All chemicals were of analytical reagent grade. Deionized water (18.2 MΩ·cm) obtained from a Millipore (Billerica, MA, USA) Milli-Q system was used throughout the experiment. The deoxynucleoside standards (2′-deoxycytidine, 5-methyl-2′-deoxycytidine, 5-hydroxymethyl-2′-deoxycytidine, 5-formyl-2′-deoxycytidine, 5-carboxy-2′-deoxycytidine) were obtained from Jena Bioscience (Jena, Germany). Standard stock solutions were prepared by dissolving the commercial nucleosides in deionized water at concentrations of 2–10 mg·Ml−1. Working standard solutions were prepared as needed by diluting stock solutions with deionized water. HPLC grade methanol from Fisher Scientific (Hampton, NH, USA) was used as mobile phase A. Ammonium phosphate monobasic (Fisher Scientific), phosphoric acid (Fisher Scientific) and sodium hydroxide (Sigma; St. Louis, MO, USA) were used in the preparation of mobile phase B (phosphoric acid and sodium hydroxide were used to adjust the phosphate buffer to the appropriate pH). Identification of each peak was performed by running individual standards or by running a mixture of these standards at different concentrations.
Chromatographic separations were performed using an Agilent 1260 Infinity II series system (Agilent Technologies; Santa Clara, CA, USA), which consisted of an in-line degasser, 100-well autosampling and diode array detection that operated with a standard binary pump. Acquisition of data and subsequent calculations were performed using ChemStation software provided by Agilent. Two reversed phase HPLC columns were tested in the optimization of a technique to separate the deoxynucleoside standards; an Agilent C18 (50 × 3 mm, 1.8 μm particle size) and a Phenomenex (Torrance, CA, USA) Luna Phenyl Hexyl (150 × 4.6 mm, 5 μm particle size). Experimental operating conditions used throughout protocol optimization are summarized in Table 1. The final operating conditions used to resolve all of the deoxynucleoside standards are summarized in Table 2.

3. Results and Discussion

3.1. Resolution of Cytosine Analogs Using C18 Column

Initially, we attempted to resolve the five cytosine standards using an HPLC protocol similar to one previously developed for the separation of cytosine from mC [7]. While this provided adequate separation of caC, mC and fC, it did not significantly resolve the hmC peak from the unmodified cytosine standard (Figure 2). It is interesting to note that hmC demonstrated significantly more absorption at the detection wavelength than unmodified cytosine when the same concentrations were loaded (Figure 2, peaks 2 and 3).

3.2. Resolution of Cytosine Analogs Using Phenyl Hexyl Column

3.2.1. Performing HPLC Runs at a pH of 4.0

In order to provide an alternative for C18 selectivity, we ran the cytosine standard mixture over a phenyl hexyl HPLC column, aiming to resolve the polar hmC from the slightly less polar cytosine. The phenyl hexyl column separated the mC and fC similar to the C18 run but produced a triple peak with mild resolution composed of the hmC, caC and cytosine standards (Figure 3). The purpose for using the phenyl hexyl column was to separate the hmC from the unmodified cytosine, which was demonstrated when only these two standards were used (Figure 3 inset graph). It is important to note that the amount of hmC used in these runs was approximately half the concentration that was used in Figure 2 since we previously determined the sensitivity of detection for hmC. Although these HPLC conditions could resolve the hmC and cytosine standards, the addition of caC produced an overlapping elution that prevented adequate resolution of those peaks.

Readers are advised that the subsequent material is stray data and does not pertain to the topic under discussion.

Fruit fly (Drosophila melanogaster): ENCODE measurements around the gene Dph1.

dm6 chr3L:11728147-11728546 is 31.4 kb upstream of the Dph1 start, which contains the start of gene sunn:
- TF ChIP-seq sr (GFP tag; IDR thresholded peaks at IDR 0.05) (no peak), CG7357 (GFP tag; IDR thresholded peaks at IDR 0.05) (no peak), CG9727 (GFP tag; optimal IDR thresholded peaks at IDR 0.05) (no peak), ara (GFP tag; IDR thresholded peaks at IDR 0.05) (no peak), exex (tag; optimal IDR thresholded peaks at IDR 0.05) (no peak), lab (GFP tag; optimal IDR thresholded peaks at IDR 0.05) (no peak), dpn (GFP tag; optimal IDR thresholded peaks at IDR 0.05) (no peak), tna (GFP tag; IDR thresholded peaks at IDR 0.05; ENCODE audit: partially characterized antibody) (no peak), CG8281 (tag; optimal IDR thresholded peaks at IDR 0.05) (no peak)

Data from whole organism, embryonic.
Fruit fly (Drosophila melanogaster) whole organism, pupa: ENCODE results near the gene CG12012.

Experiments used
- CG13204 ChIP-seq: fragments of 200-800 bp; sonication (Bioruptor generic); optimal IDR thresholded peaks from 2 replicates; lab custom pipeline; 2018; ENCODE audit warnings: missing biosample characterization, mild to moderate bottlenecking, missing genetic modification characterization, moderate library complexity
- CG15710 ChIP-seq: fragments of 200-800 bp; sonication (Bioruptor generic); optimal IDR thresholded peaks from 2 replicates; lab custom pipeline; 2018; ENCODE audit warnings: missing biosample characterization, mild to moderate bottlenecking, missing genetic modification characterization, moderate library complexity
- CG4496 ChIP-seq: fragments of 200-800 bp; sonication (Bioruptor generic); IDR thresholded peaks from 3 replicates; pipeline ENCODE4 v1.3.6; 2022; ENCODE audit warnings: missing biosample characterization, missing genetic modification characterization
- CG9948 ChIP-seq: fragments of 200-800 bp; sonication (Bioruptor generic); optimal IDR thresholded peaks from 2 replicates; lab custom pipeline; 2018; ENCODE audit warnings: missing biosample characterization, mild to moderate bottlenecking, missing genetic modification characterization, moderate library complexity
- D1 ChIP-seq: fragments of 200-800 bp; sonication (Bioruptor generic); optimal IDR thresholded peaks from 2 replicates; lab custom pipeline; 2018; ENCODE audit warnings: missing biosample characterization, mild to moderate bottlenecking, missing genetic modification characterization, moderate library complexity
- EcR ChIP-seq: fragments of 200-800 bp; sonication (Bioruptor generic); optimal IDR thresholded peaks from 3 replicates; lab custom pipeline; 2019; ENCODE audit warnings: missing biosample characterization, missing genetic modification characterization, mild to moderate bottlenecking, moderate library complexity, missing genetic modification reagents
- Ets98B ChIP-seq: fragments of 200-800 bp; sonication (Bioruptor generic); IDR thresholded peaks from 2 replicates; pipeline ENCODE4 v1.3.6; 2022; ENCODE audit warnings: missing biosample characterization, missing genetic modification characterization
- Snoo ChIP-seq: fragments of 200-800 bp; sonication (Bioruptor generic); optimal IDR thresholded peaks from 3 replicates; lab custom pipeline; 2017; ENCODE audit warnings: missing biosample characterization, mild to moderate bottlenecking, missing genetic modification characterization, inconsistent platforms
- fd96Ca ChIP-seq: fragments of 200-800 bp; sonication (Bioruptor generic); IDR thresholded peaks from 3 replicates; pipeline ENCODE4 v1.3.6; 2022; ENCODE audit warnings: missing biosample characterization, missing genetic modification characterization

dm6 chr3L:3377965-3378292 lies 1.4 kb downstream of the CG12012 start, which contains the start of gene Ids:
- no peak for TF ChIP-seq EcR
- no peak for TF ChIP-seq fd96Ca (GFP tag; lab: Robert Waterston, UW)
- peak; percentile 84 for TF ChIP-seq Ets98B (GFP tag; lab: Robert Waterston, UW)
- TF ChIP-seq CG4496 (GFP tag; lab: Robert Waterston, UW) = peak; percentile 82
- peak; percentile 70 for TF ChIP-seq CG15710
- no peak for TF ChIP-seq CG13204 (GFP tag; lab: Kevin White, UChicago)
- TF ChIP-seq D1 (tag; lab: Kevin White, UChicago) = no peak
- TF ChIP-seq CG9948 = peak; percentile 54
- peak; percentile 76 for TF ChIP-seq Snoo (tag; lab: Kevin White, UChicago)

3.2.2. Performing HPLC Analysis at a pH of 7.0

The phenyl hexyl column caused a shift in the caC elution time, causing it to overlap with the resolved hmC and cytosine peaks. After this, the standard mix was analyzed on the phenyl hexyl column at a neutral pH in an attempt to ionize the caC and shift its elution to much earlier in the run. The standard cytosine mixture ran in a similar fashion to the C18 run at a pH of 4.0 with only slightly better resolution between the hmC and cytosine peaks (Figure 4a).

3.2.3. Adjusting Methanol Concentration to Improve Resolution

The methanol concentration of the mobile phase was reduced from 5% in order to increase the retention time of the analytes on the phenyl hexyl column and improve the separation between the hmC and cytosine. Decreasing the methanol concentration to 3% increased the retention time by approximately 1 min, which allowed for increased resolution between the hmC and cytosine peaks. Decreasing the methanol to 1% improved the resolution even further (Figure 4a–c). This longer retention time still permitted the resolution of all five cytosine analogs in less than 12 min, which is approximately twice as fast as the previously published protocol for the separation of cytosine variants from uracil [20] (Figure 5).

4. Conclusions